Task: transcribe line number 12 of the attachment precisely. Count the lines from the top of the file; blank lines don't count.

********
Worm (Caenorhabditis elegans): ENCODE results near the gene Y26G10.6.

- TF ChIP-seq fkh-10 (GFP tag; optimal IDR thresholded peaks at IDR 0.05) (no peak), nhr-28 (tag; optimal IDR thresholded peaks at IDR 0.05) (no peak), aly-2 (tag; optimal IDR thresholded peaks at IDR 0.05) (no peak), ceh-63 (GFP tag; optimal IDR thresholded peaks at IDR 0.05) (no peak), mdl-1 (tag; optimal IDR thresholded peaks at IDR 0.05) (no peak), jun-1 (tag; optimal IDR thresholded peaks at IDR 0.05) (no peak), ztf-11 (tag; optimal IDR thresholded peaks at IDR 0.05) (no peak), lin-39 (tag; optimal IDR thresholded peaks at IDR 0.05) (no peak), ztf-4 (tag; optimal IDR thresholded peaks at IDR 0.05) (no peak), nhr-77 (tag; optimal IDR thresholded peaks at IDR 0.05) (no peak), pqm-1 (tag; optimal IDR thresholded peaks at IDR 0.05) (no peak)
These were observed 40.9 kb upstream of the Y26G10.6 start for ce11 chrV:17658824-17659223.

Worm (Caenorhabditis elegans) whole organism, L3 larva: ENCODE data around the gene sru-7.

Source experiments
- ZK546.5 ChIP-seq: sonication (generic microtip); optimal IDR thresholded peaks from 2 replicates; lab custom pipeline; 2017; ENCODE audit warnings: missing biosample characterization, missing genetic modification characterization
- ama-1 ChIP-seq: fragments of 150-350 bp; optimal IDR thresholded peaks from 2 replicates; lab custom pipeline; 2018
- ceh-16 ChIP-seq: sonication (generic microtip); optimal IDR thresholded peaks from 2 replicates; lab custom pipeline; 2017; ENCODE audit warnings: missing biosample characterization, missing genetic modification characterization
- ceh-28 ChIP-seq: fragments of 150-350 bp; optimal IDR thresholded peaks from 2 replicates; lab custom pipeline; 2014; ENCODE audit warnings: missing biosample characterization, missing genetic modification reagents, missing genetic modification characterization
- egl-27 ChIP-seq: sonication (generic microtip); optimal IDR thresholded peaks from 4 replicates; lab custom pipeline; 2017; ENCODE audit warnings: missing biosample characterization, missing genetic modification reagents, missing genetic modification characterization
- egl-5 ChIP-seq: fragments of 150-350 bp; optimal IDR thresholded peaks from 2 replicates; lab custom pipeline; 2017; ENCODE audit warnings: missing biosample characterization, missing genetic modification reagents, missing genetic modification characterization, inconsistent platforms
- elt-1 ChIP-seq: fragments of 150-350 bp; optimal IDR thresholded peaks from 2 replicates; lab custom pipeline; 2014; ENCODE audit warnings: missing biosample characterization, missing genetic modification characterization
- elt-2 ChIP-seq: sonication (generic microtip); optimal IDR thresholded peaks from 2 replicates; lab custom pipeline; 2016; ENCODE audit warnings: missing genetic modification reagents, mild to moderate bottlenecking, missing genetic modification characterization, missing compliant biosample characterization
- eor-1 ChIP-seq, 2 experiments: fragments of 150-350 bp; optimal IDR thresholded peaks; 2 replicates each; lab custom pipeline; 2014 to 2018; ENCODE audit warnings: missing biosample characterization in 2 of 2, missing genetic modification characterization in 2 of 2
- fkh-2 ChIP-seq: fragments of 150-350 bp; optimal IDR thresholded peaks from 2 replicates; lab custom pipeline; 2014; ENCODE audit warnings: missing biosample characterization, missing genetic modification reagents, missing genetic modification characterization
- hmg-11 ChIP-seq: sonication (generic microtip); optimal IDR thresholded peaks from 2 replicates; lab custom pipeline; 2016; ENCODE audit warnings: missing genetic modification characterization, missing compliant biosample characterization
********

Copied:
- elt-1 ChIP-seq: fragments of 150-350 bp; optimal IDR thresholded peaks from 2 replicates; lab custom pipeline; 2014; ENCODE audit warnings: missing biosample characterization, missing genetic modification characterization